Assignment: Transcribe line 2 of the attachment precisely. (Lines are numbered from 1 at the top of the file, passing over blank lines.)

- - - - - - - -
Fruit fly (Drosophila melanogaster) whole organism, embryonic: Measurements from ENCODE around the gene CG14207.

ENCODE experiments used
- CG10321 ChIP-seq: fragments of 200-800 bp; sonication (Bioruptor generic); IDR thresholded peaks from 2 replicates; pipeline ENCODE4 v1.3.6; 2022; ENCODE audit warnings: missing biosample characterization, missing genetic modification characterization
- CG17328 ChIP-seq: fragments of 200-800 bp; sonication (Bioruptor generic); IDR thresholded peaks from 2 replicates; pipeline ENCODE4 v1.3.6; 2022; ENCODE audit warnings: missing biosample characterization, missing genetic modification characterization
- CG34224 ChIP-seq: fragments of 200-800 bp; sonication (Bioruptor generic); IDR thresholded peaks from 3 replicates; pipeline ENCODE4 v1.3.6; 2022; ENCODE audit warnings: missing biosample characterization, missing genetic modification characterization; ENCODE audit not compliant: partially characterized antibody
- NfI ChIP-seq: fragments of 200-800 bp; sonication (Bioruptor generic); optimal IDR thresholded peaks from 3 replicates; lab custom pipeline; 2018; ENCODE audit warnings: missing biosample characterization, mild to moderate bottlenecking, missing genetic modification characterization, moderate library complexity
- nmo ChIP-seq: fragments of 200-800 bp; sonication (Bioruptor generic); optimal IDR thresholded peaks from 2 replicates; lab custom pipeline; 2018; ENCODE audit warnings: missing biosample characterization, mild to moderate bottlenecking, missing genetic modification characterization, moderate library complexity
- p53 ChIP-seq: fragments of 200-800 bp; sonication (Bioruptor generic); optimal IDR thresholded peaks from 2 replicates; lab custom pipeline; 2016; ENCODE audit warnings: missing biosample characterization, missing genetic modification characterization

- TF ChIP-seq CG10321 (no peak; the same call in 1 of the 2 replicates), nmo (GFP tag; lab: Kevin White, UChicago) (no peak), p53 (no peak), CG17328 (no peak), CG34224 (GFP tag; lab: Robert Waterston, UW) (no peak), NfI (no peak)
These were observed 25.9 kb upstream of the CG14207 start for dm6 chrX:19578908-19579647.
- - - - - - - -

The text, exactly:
ENCODE experiments used